By Cindy Firkins Smith, M.D. and Dave Thorson, M.D.
For the past few years health care in Minnesota and across the country has experienced dramatic change. This has not only impacted our patients; it has affected every physician and every practice (IT, reimbursement, employment, quality, generational changes and more).
As the environment of medicine has changed, so too has the MMA, especially when it comes to how we create policy. We are morphing into a nimble, inclusive policy making body.
This evolution has come through a lot of hard work. We are striving to address new issues, communicate more effectively, and continually demonstrate value for all physicians. Over the past three years we have undertaken the challenges of changing the fundamental governance of the association. We have worked to become more agile and engaging, to focus on the most important issues to the largest number of physicians, and to expand our influence in the many issues of public policy affecting our patients, practices and personal lives.
One of the most debated changes has been the transition from the MMA House of Delegates (HOD) to a more agile and responsive approach to policy making. This change was the subject of many internal committee and task force conversations, and extensively discussed last September at the HOD. At that time, the HOD recommended suspending its activities for three years in order to try a new approach to policy making – the use of policy forums, broader member input and a new policy council.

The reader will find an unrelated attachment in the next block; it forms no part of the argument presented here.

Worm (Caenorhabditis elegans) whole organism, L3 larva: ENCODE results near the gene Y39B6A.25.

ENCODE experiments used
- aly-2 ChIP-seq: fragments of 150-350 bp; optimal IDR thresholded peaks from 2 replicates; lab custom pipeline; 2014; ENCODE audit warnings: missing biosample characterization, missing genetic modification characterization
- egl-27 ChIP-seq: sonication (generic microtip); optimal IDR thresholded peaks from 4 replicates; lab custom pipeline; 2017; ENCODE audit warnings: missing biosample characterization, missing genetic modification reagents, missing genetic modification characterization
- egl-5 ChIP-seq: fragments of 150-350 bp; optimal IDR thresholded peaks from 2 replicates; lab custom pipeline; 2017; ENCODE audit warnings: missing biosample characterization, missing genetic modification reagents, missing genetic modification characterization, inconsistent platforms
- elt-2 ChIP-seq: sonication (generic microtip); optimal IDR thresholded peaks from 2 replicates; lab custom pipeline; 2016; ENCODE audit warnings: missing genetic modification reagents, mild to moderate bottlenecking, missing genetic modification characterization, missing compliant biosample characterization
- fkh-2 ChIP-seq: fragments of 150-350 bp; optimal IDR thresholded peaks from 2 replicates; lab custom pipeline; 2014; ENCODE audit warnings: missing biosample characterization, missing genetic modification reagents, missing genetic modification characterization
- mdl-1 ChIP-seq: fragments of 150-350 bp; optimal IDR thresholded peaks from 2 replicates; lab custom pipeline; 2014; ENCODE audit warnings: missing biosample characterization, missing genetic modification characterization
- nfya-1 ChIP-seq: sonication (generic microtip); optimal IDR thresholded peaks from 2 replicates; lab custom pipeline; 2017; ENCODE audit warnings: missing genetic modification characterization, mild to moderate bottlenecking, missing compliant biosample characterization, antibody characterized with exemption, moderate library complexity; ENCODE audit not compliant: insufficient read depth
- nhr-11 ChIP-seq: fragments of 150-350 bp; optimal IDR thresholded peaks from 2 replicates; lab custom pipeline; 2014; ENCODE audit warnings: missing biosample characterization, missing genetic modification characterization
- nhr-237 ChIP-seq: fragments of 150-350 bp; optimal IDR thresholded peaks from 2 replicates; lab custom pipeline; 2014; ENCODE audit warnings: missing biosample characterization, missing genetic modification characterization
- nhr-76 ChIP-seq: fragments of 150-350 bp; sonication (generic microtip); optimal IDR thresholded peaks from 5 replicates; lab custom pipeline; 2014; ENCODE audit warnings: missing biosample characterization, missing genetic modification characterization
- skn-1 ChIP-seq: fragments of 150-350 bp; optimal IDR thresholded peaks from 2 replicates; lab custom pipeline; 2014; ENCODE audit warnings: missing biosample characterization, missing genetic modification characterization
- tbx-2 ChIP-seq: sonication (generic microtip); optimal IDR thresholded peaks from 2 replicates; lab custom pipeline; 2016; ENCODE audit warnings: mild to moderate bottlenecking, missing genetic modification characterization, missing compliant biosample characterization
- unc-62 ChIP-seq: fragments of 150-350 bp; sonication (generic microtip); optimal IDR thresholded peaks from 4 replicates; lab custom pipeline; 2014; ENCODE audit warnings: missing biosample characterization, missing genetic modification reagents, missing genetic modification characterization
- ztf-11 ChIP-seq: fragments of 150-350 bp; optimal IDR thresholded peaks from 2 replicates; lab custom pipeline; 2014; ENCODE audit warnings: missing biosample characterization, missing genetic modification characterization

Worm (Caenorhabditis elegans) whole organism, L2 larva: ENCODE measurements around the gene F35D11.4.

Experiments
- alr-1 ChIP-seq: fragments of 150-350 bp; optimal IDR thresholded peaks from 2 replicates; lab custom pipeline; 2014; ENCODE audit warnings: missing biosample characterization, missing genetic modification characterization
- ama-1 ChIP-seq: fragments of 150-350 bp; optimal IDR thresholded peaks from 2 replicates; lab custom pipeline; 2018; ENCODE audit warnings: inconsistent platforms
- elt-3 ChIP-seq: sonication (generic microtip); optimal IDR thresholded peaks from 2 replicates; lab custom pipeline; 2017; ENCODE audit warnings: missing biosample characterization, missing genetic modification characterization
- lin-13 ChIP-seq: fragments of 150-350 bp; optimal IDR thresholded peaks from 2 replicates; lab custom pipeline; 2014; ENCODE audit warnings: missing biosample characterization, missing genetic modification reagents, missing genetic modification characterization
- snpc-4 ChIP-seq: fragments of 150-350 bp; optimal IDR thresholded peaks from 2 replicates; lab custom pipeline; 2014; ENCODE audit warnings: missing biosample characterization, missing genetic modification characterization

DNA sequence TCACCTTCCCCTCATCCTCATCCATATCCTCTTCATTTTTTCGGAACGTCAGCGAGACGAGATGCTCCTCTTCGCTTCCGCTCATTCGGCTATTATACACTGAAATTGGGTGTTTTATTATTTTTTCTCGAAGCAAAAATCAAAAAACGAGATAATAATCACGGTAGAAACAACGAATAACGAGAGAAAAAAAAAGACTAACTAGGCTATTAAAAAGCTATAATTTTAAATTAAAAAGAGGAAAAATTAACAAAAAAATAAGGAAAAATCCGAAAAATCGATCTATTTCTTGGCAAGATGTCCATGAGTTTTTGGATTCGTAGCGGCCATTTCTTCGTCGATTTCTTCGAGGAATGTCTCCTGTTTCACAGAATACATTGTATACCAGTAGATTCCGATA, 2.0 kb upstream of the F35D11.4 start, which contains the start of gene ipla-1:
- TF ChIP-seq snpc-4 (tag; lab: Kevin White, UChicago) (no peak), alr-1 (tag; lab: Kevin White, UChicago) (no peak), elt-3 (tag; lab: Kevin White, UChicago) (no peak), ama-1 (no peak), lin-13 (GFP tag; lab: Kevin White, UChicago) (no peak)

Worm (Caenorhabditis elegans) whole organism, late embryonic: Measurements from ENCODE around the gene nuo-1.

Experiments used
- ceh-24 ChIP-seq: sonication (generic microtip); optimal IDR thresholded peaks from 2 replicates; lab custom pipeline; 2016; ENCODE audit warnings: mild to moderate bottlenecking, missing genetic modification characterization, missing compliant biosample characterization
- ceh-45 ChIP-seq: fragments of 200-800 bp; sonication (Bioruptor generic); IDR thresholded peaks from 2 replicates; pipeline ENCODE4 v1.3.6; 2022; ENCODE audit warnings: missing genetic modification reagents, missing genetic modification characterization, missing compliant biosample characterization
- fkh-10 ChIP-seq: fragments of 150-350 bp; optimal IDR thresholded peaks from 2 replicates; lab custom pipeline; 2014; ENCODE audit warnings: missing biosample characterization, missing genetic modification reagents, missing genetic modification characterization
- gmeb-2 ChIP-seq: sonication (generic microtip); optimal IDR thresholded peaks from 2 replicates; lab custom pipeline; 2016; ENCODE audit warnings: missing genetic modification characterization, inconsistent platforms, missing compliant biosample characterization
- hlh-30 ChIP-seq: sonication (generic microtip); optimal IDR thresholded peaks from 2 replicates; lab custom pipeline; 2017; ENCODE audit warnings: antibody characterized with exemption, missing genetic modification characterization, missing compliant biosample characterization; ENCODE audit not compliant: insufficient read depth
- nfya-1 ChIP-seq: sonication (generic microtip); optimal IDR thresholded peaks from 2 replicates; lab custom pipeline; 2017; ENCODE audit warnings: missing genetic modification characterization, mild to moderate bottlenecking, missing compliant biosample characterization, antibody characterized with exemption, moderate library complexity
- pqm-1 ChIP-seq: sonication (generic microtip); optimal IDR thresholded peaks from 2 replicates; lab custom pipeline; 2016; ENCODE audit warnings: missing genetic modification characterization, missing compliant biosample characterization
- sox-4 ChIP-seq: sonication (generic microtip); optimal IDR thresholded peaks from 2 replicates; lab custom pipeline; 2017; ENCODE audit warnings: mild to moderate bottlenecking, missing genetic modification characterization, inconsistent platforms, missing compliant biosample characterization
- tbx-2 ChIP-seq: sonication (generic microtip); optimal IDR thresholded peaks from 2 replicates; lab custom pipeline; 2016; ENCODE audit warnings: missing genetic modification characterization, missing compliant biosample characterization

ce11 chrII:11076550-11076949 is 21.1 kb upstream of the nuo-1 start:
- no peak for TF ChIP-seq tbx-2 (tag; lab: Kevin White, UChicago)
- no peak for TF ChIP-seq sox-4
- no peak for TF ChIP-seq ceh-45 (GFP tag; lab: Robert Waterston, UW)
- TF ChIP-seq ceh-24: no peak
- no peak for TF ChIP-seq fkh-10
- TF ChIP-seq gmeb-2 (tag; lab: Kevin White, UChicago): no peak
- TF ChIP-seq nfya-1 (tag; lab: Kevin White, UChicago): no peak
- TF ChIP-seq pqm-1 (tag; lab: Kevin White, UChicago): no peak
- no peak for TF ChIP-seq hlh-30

We are now just six months into the new process. In fact, the policy council will meet for the first time in April. But, given recent events, we can see that we are well on our way.
An unprecedented response
Legislation on legalizing medical marijuana gained tremendous momentum early in the legislative session. (The MMA last discussed this issue many years ago and had a policy of neutrality on the topic.) In early March, we hosted a policy forum bringing together physicians (members and non-members) from around the state to learn about the topic, discuss pros and cons, and share recommendations. A few days later, we surveyed MMA members – nearly 900 respondents provided additional input and direction. We’ve rarely had this kind of input on policy in the association’s 161-year history. Information from the policy forum and survey was discussed by the MMA Public Health Committee (in the future this is the kind of topic that could be reviewed by a fully formed policy council) and helped guide the formation of a recommendation to the Board of Trustees. The board subsequently discussed and approved a policy. While individuals may or may not agree with the policy decision, we are confident that all will agree that the MMA created a rich and inclusive decision-making process on behalf of Minnesota physicians.
The old way of setting policy – via the HOD – wouldn’t have worked as well for this issue because the timing was wrong, the range of voices wasn’t as deep or broad, and there would not have been enough time for in-depth education and discussion.
We won’t always have issues that are prominently featured in the daily newspaper or that generate as much passion with our members as medical marijuana, but here’s hoping we are on the right track with our new inclusive policy making strategy!
Tell us what you think.
Smith is the MMA’s current president. Thorson is chair of the MMA Board of Trustees.